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A chart of accounts can help you record all of your business's finances.

What Is a Chart of Accounts?

Small businesses need to organize their financial information. You might be aware that you need three main financial statements: balance sheet, income statement, and cash flow statement. But, do you know that you also need a chart of accounts (COA) for recordkeeping? What is a chart of accounts?

What is a chart of accounts?

A chart of accounts (COA) is a bookkeeping tool that lists all the accounts included in financial statements. It breaks down your business’s money into categories for budgeting and tax purposes.

You need to keep accurate records of all your business’s financial transactions. Record all money going into your business and all money going out. A chart of accounts is broken down into these five sections:

  • Assets (short-term and long-term)
  • Liabilities (short-term and long-term)
  • Equity
  • Revenues
  • Expenses

Each type of business account is categorized in one of the five sections. Transactions are recorded in their respective accounts. Transactions go into accounts, and the accounts go into the categories.

Small business chart of accounts

Small businesses will have a smaller chart of accounts than big corporations. The accounts you include in your COA depend on your business. You have specific accounts tailored to your business in addition to the common accounts all businesses have.

If you own a taxi service, for example, you would have an account for fuel expenses, an account for vehicle repairs, and an account for vehicle loan payments in addition to typical accounts like inventory and accounts payable.

Here are some common accounts that might be included in a typical small business’s chart of accounts:

  • Checking account
  • Savings account
  • Petty cash balance
  • Accounts receivable
  • Undeposited funds
  • Inventory
  • Prepaid insurance
  • Vehicles
  • Buildings
  • Company credit card
  • Accounts payable
  • Employee salaries

Why use a chart of accounts?

A chart of accounts gives you an overview of all your business accounts. And, a chart of accounts shows you where your money is going and easily helps you organize it. You must be organized for tax purposes, and a chart of accounts helps you in case of an IRS audit.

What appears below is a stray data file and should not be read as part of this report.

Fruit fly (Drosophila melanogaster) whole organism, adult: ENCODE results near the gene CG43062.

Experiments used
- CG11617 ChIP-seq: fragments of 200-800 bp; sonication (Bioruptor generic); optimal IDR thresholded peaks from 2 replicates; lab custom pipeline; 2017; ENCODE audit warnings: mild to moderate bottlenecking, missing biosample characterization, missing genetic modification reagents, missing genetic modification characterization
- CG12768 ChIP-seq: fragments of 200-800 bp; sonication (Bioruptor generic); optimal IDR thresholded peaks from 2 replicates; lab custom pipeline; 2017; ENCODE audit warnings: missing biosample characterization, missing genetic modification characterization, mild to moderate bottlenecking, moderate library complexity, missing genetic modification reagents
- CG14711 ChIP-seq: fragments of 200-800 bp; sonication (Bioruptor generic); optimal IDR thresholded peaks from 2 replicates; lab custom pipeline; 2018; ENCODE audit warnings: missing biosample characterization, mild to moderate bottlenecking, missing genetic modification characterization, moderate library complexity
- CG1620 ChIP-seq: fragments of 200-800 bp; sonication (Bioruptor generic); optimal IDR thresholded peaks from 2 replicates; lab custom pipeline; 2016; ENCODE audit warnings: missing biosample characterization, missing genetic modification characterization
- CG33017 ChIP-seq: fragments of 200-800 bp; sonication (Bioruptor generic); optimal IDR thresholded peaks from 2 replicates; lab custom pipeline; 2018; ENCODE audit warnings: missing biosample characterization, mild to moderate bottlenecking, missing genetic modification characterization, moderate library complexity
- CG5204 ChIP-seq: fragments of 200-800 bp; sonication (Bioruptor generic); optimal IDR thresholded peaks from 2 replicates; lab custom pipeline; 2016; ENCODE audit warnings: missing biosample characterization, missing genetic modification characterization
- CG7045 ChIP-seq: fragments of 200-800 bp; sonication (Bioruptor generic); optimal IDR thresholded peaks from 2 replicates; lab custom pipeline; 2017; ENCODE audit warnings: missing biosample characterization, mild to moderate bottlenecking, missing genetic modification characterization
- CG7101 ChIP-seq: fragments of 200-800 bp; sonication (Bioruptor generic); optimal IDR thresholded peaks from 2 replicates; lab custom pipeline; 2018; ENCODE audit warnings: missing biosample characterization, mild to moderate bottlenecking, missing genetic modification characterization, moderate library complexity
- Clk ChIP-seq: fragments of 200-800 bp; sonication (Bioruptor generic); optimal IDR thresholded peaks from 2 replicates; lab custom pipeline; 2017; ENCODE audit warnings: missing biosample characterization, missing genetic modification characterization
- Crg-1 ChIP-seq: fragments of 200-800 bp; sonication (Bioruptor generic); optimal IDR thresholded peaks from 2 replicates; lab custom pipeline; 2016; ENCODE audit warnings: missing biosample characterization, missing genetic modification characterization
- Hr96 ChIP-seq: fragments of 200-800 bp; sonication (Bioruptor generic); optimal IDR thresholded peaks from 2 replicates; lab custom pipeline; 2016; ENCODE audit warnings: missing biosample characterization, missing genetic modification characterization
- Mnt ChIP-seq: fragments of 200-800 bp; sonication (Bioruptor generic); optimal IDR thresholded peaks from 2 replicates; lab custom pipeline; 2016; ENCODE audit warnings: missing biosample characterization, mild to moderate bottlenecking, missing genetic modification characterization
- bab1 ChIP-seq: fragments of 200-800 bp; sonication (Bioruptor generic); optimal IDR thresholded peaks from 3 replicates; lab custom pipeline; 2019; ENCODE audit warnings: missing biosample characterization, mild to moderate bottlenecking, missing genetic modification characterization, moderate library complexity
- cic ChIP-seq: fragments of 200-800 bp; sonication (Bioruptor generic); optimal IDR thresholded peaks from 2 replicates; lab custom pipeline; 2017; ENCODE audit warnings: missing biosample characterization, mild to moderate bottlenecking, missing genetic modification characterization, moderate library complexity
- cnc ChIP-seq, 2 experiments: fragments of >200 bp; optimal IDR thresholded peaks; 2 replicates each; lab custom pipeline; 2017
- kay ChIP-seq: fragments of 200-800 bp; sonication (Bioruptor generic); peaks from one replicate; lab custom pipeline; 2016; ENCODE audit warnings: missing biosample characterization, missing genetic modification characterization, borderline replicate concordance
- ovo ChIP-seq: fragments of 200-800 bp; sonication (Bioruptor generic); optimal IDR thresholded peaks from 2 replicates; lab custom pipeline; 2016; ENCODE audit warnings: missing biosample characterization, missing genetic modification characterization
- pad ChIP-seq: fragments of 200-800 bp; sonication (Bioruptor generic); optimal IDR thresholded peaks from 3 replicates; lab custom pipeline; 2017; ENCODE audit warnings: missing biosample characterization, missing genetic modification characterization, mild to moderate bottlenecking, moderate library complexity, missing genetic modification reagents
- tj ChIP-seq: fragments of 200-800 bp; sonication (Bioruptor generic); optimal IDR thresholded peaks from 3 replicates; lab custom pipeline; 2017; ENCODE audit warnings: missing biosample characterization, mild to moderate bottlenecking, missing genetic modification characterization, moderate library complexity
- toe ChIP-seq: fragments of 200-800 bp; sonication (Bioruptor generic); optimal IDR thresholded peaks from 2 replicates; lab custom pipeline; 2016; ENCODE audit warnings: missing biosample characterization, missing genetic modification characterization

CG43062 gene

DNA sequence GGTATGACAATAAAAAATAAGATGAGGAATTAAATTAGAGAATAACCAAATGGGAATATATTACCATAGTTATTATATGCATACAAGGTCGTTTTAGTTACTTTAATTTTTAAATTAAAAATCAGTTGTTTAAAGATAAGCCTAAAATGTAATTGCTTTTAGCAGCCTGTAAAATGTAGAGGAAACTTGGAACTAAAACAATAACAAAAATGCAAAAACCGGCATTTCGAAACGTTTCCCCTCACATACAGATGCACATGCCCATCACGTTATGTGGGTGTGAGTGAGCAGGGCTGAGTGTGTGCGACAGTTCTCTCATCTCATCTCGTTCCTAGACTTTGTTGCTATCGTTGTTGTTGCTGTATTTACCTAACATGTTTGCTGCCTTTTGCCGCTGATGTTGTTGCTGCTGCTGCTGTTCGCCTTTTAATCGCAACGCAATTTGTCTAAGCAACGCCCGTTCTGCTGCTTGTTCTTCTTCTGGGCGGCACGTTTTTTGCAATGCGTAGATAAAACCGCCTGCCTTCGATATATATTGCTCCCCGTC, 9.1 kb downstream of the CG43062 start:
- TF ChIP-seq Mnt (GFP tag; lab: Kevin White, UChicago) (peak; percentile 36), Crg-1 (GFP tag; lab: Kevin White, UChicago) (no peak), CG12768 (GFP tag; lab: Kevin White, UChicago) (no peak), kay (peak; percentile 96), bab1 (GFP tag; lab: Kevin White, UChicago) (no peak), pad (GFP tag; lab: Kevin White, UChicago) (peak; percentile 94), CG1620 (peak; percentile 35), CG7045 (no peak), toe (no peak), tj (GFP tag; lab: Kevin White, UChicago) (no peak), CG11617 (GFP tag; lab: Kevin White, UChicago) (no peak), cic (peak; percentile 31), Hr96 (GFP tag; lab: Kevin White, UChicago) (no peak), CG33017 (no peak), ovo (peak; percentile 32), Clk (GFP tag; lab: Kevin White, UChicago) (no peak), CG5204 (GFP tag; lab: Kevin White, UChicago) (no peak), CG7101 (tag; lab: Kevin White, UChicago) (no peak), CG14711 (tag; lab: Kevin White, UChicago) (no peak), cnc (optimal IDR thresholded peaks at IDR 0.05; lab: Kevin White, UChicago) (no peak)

The chart of accounts helps you to budget (especially if you use zero-based budgeting), forecast, and reduce your business costs. That will help you assess your business’s financial health.

How to set up a chart of accounts

Now that you can answer “what is a chart of accounts for small business?” you need to know how to create one. Assign a group of numbers to each of the five categories. Then, number each account to match the category it belongs in. For example, your assets are 100-199. Since cash is an account under the assets category, you would number it in the 100s.

Most small businesses only need numbers with three digits. Take a look at this breakdown of a chart of accounts for small business:

  • Assets: 100 to 199
  • Liability: 200 to 299
  • Equity: 300 to 399
  • Revenue: 400 to 499
  • Expenses: 500 to 599

Variations of chart of accounts

A chart of accounts does not follow a specific layout. Some small business owners use a combination of letters and numbers (e.g., A100).

Large businesses use four-digit numbers (e.g., 1000). If your business grows substantially, you will need to add numbers.

Regardless of how you number your accounts, make sure they make sense to you. The purpose of the numbers is to make recording transactions easier.

You also want to make sure you leave empty numbers in between accounts so that you can add to them in the future. Try to keep your accounts consistent so that you can compare the business’s financial health from one year to the next.

Chart of accounts example

Here is a basic example of what a small business chart of accounts might look like:

What Is a Chart of Accounts?

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This article was updated from its original publish date of 06/24/2014.
This is not intended as legal advice; for more information, please click here.

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